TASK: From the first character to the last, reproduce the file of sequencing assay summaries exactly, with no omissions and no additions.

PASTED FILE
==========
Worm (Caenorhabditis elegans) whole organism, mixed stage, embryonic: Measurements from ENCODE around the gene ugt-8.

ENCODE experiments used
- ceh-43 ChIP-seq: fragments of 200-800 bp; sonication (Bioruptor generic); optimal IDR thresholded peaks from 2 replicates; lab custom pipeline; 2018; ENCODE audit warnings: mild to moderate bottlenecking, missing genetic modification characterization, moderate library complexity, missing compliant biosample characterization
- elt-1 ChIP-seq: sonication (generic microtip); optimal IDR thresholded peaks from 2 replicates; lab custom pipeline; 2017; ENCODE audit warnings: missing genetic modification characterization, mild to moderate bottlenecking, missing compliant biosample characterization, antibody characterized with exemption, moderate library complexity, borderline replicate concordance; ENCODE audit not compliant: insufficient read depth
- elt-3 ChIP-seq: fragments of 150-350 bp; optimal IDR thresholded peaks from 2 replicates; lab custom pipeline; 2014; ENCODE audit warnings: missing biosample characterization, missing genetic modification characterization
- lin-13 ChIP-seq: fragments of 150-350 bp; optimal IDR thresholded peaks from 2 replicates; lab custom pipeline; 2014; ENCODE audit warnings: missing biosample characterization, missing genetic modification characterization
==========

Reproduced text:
Worm (Caenorhabditis elegans) whole organism, mixed stage, embryonic: Measurements from ENCODE around the gene ugt-8.

ENCODE experiments used
- ceh-43 ChIP-seq: fragments of 200-800 bp; sonication (Bioruptor generic); optimal IDR thresholded peaks from 2 replicates; lab custom pipeline; 2018; ENCODE audit warnings: mild to moderate bottlenecking, missing genetic modification characterization, moderate library complexity, missing compliant biosample characterization
- elt-1 ChIP-seq: sonication (generic microtip); optimal IDR thresholded peaks from 2 replicates; lab custom pipeline; 2017; ENCODE audit warnings: missing genetic modification characterization, mild to moderate bottlenecking, missing compliant biosample characterization, antibody characterized with exemption, moderate library complexity, borderline replicate concordance; ENCODE audit not compliant: insufficient read depth
- elt-3 ChIP-seq: fragments of 150-350 bp; optimal IDR thresholded peaks from 2 replicates; lab custom pipeline; 2014; ENCODE audit warnings: missing biosample characterization, missing genetic modification characterization
- lin-13 ChIP-seq: fragments of 150-350 bp; optimal IDR thresholded peaks from 2 replicates; lab custom pipeline; 2014; ENCODE audit warnings: missing biosample characterization, missing genetic modification characterization